Kate Bush – Director’s Cut album review

Kate Bush’s reinvention on Director’s Cut

Six years did Kate Bush good. The 52-year old artist took a much needed break to make a comeback with the soulful, unique and quite distinct album, Director’s Cut. Though, don’t be surprised if you feel you’ve heard some of the songs before.

Bush took songs off The Sensual World and The Red Shoes albums, manipulated them, tweaked them and infused them with new-age era musicality. She doesn’t shy away from incorporating very different genres of music in each song—which in turn helps create a well-rounded album. No song is similar to the next.

Take a listen to Deeper Understanding. Though not a new song, you can instantly tell how much the song actually applies to our generation. Old vocals are abandoned and the infamous and widely hated Audio-Tune is used to mimic a computer operator. This compliments her lyrics quite well, when she talks about the idea of social interaction slowly disappearing as it takes a backseat to the computer.

Her best work on this album however is This Woman’s Work, hands down. It’s haunting. It’s beautiful. It’s full of pain and suffering. Her long pauses and eerie music accompanying her in the background makes for a song that epitomizes the title to a T.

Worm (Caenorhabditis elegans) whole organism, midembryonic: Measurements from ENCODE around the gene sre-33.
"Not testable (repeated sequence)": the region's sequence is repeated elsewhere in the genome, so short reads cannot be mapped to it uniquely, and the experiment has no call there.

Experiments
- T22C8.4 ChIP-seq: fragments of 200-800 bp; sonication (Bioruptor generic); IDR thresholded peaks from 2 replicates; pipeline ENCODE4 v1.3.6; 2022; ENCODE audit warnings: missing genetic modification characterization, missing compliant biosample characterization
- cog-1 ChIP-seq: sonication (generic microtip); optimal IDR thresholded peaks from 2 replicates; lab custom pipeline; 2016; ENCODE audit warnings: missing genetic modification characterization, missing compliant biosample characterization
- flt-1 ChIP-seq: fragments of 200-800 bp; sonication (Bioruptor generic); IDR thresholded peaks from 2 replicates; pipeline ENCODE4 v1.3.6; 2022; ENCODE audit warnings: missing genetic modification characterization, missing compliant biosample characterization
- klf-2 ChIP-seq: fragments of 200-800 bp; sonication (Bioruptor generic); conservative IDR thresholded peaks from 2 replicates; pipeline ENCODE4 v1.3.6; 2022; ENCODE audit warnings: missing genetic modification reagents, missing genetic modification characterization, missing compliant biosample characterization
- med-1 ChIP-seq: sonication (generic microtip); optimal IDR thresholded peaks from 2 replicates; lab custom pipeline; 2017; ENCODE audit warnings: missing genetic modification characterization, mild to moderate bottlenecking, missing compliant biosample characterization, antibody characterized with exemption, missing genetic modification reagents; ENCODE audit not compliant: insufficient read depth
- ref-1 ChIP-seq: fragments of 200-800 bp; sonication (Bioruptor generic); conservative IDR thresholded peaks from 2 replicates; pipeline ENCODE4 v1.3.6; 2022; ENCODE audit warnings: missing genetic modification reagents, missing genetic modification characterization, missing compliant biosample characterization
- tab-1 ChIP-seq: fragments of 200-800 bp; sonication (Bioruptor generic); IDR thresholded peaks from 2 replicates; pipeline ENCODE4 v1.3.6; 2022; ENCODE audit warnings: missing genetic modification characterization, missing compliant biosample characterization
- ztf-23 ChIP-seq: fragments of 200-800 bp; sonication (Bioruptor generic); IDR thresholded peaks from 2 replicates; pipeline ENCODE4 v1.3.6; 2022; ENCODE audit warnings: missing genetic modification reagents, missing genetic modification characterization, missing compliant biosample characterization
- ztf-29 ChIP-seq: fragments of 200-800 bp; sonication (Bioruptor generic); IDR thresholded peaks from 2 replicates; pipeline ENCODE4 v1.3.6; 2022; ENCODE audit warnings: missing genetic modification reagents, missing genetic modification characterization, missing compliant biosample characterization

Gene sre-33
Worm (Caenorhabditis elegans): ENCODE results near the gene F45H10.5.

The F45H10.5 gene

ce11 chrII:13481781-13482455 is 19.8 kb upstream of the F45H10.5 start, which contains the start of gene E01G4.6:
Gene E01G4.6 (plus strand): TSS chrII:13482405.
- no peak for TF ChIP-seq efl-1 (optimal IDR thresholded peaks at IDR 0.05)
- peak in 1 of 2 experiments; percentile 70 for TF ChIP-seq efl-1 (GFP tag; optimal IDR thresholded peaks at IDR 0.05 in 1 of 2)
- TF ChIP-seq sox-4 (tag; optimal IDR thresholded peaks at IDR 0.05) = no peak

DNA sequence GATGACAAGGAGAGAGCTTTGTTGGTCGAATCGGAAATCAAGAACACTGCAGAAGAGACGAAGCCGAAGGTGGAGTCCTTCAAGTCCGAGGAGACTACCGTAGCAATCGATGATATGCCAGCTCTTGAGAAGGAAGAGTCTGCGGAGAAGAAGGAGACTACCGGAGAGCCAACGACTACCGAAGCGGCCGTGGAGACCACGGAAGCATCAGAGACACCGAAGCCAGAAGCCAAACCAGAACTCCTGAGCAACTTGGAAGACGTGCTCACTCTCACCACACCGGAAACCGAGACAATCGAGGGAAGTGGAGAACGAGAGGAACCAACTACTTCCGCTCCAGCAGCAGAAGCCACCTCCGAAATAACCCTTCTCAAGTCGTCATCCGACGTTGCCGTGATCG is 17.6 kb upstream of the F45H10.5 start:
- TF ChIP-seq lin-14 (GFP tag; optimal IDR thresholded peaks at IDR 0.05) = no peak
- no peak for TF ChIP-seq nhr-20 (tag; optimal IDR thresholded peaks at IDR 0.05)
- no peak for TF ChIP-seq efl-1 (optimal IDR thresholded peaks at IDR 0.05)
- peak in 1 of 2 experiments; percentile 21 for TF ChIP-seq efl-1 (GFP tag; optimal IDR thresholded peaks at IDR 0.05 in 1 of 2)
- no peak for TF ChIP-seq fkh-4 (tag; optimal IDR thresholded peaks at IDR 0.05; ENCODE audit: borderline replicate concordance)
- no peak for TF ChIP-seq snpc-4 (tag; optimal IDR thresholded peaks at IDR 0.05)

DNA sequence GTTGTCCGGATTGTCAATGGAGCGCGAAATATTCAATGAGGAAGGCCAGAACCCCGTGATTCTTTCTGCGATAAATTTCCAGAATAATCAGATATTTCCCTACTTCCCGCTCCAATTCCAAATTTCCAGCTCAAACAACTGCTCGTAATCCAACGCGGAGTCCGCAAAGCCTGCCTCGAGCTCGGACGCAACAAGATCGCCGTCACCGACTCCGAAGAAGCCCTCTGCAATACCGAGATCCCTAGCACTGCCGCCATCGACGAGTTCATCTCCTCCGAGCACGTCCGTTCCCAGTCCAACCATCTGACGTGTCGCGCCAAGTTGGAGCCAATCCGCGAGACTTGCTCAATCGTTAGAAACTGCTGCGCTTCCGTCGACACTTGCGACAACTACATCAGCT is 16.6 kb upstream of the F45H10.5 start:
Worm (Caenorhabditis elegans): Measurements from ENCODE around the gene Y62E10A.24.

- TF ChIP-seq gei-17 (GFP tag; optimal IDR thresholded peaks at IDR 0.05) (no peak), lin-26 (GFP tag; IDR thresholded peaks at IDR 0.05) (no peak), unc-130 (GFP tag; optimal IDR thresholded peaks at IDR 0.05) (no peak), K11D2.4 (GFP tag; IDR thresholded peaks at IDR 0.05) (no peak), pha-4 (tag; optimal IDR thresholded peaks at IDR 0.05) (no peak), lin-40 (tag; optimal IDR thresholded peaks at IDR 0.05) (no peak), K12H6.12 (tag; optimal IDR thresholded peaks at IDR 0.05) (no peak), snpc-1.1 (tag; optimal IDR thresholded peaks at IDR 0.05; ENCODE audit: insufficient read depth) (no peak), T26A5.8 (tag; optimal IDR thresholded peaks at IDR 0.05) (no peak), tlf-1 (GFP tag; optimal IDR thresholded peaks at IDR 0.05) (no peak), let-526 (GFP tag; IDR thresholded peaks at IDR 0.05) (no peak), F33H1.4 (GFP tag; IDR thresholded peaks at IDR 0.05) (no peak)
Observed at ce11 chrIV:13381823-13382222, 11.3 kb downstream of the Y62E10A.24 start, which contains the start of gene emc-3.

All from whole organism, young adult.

In fact, on Lily, she takes a whole new approach by doing something very basic. She yells. And while that may seem a little absurd or dare I say wacky, it just works. Her musical choices make sense—not because she is older and wiser but because whatever she decided, worked. Of course, her ideas were risky because they could end up really making or breaking the album. Her decisions, whether it was incorporating Indian genres into Flower of the Mountain or choosing to focus on vocals in Song of Solomon, made the album.

Bush sings the words us ordinary people can’t seem to get out (case in point, And So Is Love). As a female artist of a past generation, Bush reinvents herself with Director’s Cut.

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